Posted: Apr 03, 2021
Lately, I’ve been returning to a ritual that I’d practiced only sparingly since the start of the pandemic: going out to restaurants.
It’s been wonderful. The weather has made outdoor dining so appealing. And things are starting to feel just a little bit safer, now that 45% of San Francisco residents 16 and older have received at least one vaccination dose, according to city data — though it’s important to remember that plenty of safety concerns remain, possibly even for people who have been vaccinated, as my colleague Janelle Bitker has reported.
But with this new era of in-person dining comes a new set of etiquette rules, especially when it comes to wine. And I have one specific plea to make to all of you who are going out to restaurants right now.
Please, please do not BYOB.
Unlike many states, California makes it very easy for people to bring their own wine to restaurants. As long as the place has a liquor license, customers can just pay a corkage fee and ask the restaurant staff to pop open a bottle they carried from home. It’s a generous thing for restaurants to allow, since many of them generate a significant portion of their income through alcohol, and letting customers bring their own wine means they may miss out on some lucrative sales.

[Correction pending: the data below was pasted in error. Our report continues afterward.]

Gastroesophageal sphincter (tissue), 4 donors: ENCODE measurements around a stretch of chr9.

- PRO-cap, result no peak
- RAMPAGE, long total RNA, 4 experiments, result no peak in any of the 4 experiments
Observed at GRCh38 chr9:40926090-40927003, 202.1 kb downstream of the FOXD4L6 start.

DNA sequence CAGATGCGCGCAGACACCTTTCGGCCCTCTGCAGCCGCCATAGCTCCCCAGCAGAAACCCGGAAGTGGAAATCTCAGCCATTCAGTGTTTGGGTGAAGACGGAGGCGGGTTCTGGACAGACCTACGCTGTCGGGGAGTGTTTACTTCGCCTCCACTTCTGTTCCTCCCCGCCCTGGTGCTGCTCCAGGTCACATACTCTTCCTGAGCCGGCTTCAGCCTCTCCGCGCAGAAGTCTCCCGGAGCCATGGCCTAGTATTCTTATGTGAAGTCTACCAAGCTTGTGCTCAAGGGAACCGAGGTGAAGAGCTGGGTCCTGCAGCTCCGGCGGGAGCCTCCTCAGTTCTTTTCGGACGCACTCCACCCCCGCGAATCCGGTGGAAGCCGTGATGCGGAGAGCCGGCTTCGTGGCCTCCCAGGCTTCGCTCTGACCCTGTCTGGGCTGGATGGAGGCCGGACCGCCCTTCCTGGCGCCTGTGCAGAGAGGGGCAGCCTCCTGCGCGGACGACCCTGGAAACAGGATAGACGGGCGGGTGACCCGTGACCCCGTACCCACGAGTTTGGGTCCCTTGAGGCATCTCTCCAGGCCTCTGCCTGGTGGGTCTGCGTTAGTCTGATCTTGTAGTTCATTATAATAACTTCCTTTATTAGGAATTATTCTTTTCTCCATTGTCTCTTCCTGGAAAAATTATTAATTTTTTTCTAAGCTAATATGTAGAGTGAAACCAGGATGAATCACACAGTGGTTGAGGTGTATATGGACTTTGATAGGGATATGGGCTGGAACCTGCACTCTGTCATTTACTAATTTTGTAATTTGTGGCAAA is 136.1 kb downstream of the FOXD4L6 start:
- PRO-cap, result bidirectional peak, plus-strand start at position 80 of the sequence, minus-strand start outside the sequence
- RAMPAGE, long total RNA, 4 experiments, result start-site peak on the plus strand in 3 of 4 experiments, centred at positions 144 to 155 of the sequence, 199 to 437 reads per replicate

Corkage fees help compensate for some of those lost sales, but they rarely make up the difference entirely. (A possible exception to that would be the French Laundry, where corkage is $150 per bottle.) That’s partly why I thought a Wall Street Journal article this week by Rob Arnott missed the point: He suggested that restaurants ought to be more lenient in their corkage policies, or at least more lenient with serious wine collectors, because, he says, “wine collectors are desirable customers” who will spend lots of money and bring their big-spender friends to the restaurant.
Putting aside the garish sense of “wine collector” entitlement, that’s a perspective just doesn’t do justice to restaurants’ economic reality. Corkage is a privilege for customers, not a right.
By Esther Mobley
Source and complete article by: sfchronicle.com
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